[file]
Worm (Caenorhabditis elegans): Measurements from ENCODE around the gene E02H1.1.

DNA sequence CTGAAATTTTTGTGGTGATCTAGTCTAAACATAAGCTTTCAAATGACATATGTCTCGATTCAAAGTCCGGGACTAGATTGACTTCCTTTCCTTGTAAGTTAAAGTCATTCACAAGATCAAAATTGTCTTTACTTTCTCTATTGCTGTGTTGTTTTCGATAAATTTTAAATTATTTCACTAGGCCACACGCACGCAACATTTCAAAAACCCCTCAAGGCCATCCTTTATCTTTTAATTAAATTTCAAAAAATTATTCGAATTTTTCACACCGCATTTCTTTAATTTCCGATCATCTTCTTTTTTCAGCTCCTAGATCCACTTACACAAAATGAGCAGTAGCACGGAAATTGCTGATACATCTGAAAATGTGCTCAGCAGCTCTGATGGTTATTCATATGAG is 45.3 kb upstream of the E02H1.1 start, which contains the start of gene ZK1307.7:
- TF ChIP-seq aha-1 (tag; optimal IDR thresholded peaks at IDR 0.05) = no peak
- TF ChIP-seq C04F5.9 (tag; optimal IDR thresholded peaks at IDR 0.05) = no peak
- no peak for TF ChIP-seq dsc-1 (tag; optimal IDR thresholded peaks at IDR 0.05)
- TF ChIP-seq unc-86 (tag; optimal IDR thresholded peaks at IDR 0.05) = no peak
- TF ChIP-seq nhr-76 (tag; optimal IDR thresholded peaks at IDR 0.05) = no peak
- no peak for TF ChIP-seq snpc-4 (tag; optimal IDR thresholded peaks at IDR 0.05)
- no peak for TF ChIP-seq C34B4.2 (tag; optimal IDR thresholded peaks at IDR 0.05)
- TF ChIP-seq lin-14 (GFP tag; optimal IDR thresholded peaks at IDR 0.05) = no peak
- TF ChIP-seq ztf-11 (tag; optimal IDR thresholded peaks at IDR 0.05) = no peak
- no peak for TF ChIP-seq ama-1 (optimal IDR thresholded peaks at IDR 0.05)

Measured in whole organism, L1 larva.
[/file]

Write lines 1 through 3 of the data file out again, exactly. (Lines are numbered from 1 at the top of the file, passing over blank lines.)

Worm (Caenorhabditis elegans): Measurements from ENCODE around the gene E02H1.1.

DNA sequence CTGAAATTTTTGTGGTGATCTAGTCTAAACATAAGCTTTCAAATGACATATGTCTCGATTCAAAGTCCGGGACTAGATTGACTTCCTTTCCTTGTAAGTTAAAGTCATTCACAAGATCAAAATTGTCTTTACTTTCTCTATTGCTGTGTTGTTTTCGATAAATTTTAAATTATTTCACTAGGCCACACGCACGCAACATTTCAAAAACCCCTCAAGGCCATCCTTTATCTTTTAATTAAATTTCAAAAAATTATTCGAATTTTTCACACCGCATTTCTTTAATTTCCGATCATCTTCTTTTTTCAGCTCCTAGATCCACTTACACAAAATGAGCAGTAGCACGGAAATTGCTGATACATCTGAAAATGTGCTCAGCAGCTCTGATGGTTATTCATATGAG is 45.3 kb upstream of the E02H1.1 start, which contains the start of gene ZK1307.7:
- TF ChIP-seq aha-1 (tag; optimal IDR thresholded peaks at IDR 0.05) = no peak